IDEAS home Printed from https://ideas.repec.org/
MyIDEAS: Log in (now much improved!) to save this article

Information, Advertising and Health Choices: A Study of the Cereal Market

Listed author(s):
  • Pauline M. Ippolito
  • Alan D. Mathios

This article examines the effects of information on consumer and producer behavior by focusing on the ready-to-eat cereal market during a period in which information developed about the health benefits of fiber cereal consumption. Although cereal producers were initially prohibited from advertising these health benefits, the regulatory ban against producer advertising was lifted during the period we study. Our results indicate that consumers changed their behavior once informed of the health benefits and that advertising was an important source of information once the ban was lifted. Producer health claims about fiber also led to significant product innovation and did not cause adverse effects in other health dimensions of cereal consumption. Government and general information sources had limited impact on fiber cereal choices in the years prior to the advertising. Analysis of individual food consumption data indicates that theories of information acquisition are important in explaining who responds most quickly to new information; household and individual characteristics that reflect costs of acquiring information, ability to process information, and valuation of health are all important determinants of fiber cereal choices. Moreover, the evidence suggests that advertising reduced the differences across consumers by lowering the costs of acquiring information for broad segments of the population. In contrast, the information processing advantages due to education were not reduced by advertising.

If you experience problems downloading a file, check if you have the proper application to view it first. In case of further problems read the IDEAS help page. Note that these files are not on the IDEAS site. Please be patient as the files may be large.

File URL: http://links.jstor.org/sici?sici=0741-6261%28199023%2921%3A3%3C459%3AIAAHCA%3E2.0.CO%3B2-L&origin=repec
File Function: full text
Download Restriction: Access to full text is restricted to JSTOR subscribers. See http://www.jstor.org for details.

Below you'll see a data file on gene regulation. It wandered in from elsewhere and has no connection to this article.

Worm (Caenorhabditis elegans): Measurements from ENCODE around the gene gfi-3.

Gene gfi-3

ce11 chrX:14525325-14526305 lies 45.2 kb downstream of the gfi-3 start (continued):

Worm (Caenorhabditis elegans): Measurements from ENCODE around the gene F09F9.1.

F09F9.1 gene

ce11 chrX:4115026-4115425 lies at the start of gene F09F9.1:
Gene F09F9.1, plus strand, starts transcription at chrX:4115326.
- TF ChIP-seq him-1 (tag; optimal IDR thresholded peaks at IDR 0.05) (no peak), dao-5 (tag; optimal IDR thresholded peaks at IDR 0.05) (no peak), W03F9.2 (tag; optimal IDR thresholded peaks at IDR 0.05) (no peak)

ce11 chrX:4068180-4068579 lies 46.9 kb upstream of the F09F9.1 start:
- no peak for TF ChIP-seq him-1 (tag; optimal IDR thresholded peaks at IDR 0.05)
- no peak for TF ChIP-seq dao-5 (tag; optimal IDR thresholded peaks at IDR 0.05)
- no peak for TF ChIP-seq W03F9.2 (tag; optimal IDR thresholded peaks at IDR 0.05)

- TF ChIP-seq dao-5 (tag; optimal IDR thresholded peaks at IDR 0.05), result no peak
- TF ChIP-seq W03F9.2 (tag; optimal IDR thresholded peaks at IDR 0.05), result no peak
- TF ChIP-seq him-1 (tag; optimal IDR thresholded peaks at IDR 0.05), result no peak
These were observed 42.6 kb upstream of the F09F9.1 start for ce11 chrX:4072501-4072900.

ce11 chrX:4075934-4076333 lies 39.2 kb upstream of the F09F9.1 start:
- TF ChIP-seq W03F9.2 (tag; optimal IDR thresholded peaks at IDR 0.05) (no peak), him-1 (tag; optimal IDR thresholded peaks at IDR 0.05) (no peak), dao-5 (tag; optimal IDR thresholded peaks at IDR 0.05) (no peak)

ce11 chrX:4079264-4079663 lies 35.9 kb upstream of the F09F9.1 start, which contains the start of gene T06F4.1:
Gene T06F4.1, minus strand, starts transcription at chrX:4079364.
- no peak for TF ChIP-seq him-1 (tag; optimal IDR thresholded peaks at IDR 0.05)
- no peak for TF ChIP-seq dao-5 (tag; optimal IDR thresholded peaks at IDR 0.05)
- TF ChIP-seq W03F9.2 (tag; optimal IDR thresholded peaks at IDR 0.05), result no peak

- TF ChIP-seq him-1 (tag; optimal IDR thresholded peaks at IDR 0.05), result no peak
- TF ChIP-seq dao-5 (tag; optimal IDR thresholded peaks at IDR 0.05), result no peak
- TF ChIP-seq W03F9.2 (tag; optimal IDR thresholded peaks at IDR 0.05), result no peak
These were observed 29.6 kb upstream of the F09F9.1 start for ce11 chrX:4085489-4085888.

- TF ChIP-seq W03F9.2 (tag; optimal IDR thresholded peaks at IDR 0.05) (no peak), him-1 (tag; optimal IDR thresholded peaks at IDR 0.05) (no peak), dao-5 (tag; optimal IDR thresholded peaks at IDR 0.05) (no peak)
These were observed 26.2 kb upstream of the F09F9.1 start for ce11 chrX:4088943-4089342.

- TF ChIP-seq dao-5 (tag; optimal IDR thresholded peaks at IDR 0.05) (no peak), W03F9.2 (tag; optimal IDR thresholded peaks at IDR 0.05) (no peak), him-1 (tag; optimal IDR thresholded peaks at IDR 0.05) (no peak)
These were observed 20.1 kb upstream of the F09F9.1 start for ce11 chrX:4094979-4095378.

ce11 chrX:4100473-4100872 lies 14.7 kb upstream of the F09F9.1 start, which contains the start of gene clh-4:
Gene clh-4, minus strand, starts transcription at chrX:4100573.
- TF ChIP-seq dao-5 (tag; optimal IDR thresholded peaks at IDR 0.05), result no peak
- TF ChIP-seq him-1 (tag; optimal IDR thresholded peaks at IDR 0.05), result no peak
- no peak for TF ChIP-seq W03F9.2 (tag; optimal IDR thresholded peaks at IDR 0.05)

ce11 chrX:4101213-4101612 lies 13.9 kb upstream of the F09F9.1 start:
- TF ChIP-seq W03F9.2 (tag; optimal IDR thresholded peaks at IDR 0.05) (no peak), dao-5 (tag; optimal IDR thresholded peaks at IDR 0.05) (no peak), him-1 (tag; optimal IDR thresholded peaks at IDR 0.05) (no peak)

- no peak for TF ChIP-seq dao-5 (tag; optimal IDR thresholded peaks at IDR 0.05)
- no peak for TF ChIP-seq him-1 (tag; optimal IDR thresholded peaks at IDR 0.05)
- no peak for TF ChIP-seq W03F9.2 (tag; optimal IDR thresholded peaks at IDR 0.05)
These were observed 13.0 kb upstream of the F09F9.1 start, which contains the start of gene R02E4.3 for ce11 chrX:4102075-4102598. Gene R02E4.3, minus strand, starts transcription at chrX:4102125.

As the access to this document is restricted, you may want to look for a different version under "Related research" (further below) or search for a different version of it.

Article provided by The RAND Corporation in its journal RAND Journal of Economics.

Volume (Year): 21 (1990)
Issue (Month): 3 (Autumn)
Pages: 459-480

as
in new window

Handle: RePEc:rje:randje:v:21:y:1990:i:autumn:p:459-480
Contact details of provider: Web page: http://www.rje.org

Order Information: Web: https://editorialexpress.com/cgi-bin/rje_online.cgi

No references listed on IDEAS
You can help add them by filling out this form.

This item is not listed on Wikipedia, on a reading list or among the top items on IDEAS.

When requesting a correction, please mention this item's handle: RePEc:rje:randje:v:21:y:1990:i:autumn:p:459-480. See general information about how to correct material in RePEc.

For technical questions regarding this item, or to correct its authors, title, abstract, bibliographic or download information, contact: ()

If you have authored this item and are not yet registered with RePEc, we encourage you to do it here. This allows to link your profile to this item. It also allows you to accept potential citations to this item that we are uncertain about.

If references are entirely missing, you can add them using this form.

If the full references list an item that is present in RePEc, but the system did not link to it, you can help with this form.

If you know of missing items citing this one, you can help us creating those links by adding the relevant references in the same way as above, for each refering item. If you are a registered author of this item, you may also want to check the "citations" tab in your profile, as there may be some citations waiting for confirmation.

Please note that corrections may take a couple of weeks to filter through the various RePEc services.

This information is provided to you by IDEAS at the Research Division of the Federal Reserve Bank of St. Louis using RePEc data.